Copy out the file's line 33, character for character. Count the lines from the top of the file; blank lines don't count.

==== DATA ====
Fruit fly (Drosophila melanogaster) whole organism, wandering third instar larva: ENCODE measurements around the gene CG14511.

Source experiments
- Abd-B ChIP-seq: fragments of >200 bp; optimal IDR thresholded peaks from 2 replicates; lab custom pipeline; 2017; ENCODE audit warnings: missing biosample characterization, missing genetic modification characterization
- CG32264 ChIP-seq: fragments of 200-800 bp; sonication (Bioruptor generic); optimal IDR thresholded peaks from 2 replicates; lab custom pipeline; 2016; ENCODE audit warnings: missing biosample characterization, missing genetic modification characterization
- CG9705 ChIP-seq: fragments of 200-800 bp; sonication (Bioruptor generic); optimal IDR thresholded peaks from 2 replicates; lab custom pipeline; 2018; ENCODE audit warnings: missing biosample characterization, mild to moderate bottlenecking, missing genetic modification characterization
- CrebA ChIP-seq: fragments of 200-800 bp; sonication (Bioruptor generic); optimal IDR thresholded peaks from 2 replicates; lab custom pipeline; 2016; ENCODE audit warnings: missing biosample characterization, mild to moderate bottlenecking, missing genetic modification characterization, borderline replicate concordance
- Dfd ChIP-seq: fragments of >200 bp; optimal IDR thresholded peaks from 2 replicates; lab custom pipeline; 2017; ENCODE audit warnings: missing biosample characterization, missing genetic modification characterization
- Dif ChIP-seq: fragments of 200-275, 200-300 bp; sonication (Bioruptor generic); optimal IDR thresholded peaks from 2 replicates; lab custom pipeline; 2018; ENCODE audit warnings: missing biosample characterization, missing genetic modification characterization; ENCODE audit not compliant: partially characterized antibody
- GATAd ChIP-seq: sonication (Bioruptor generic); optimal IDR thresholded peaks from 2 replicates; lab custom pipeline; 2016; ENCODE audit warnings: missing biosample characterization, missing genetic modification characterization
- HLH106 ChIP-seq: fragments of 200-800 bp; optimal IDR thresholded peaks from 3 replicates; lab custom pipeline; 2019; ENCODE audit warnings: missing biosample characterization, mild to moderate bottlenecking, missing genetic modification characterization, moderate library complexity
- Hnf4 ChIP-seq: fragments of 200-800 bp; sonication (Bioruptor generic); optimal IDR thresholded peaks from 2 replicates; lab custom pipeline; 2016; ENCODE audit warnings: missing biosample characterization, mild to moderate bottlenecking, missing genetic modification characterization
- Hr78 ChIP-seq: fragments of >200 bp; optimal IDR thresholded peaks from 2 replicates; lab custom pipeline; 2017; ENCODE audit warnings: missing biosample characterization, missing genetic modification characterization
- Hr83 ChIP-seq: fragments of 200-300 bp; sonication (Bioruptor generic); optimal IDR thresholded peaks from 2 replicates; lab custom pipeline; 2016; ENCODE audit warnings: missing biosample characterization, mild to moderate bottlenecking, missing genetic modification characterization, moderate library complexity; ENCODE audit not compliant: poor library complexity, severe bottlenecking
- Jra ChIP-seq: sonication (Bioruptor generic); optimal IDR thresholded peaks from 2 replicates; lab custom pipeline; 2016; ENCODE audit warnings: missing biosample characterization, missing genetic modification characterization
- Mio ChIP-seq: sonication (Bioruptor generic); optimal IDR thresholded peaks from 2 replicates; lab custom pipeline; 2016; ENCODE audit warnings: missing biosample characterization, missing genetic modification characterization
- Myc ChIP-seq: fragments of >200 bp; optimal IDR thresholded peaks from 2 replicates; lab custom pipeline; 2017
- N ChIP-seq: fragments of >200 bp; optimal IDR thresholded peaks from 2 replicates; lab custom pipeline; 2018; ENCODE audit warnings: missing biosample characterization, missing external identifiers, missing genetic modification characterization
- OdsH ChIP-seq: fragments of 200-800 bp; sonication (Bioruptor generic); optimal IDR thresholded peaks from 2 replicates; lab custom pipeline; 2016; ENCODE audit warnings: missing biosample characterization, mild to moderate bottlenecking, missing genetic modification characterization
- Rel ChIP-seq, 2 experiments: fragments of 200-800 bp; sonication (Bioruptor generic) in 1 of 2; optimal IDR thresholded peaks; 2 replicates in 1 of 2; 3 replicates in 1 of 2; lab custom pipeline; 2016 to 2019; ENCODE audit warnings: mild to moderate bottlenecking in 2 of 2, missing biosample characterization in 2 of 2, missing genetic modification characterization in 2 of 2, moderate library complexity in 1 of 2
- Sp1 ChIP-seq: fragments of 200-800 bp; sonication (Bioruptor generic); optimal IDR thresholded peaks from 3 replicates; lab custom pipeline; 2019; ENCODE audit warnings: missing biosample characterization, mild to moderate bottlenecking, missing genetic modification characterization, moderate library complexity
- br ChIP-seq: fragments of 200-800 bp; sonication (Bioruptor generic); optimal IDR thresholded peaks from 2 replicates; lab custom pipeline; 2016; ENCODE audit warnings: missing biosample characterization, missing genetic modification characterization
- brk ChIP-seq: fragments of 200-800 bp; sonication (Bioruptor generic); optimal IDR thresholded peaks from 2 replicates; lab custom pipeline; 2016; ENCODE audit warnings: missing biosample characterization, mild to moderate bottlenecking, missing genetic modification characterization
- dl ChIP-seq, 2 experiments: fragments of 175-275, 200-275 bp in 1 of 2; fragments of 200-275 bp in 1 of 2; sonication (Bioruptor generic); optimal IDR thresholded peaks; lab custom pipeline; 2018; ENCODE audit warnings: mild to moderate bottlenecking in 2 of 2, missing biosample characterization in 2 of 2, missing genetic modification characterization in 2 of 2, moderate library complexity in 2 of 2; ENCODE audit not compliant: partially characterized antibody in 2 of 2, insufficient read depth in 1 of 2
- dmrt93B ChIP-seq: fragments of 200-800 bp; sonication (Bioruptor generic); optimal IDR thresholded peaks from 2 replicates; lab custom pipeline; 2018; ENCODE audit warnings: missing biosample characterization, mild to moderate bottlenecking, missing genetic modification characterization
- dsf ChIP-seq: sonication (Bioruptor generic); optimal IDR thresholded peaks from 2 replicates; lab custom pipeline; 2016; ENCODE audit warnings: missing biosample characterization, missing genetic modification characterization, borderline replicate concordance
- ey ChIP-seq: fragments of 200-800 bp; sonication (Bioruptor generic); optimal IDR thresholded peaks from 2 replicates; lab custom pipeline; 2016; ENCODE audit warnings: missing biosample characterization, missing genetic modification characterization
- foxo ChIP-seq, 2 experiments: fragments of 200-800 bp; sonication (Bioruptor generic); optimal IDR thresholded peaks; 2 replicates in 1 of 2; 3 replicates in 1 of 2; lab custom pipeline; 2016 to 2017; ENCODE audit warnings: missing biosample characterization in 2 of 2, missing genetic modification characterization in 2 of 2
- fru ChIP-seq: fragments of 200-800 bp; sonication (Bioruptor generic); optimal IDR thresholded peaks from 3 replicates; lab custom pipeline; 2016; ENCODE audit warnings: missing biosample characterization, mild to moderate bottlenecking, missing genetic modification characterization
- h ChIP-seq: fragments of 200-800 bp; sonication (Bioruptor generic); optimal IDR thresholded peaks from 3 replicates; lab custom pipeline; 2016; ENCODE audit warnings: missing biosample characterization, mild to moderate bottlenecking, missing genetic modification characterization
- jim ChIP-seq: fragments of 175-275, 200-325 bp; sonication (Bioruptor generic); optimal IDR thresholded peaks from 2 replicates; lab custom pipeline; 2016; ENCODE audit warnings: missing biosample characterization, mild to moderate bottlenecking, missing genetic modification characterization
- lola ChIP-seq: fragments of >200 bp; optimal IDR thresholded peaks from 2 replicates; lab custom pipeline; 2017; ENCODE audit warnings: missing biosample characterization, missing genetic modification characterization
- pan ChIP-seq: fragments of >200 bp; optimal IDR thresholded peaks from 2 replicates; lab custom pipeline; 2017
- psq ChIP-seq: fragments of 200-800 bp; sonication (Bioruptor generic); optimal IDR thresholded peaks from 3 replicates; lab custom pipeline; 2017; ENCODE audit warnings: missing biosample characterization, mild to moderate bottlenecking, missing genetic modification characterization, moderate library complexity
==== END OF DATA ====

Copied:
- psq ChIP-seq: fragments of 200-800 bp; sonication (Bioruptor generic); optimal IDR thresholded peaks from 3 replicates; lab custom pipeline; 2017; ENCODE audit warnings: missing biosample characterization, mild to moderate bottlenecking, missing genetic modification characterization, moderate library complexity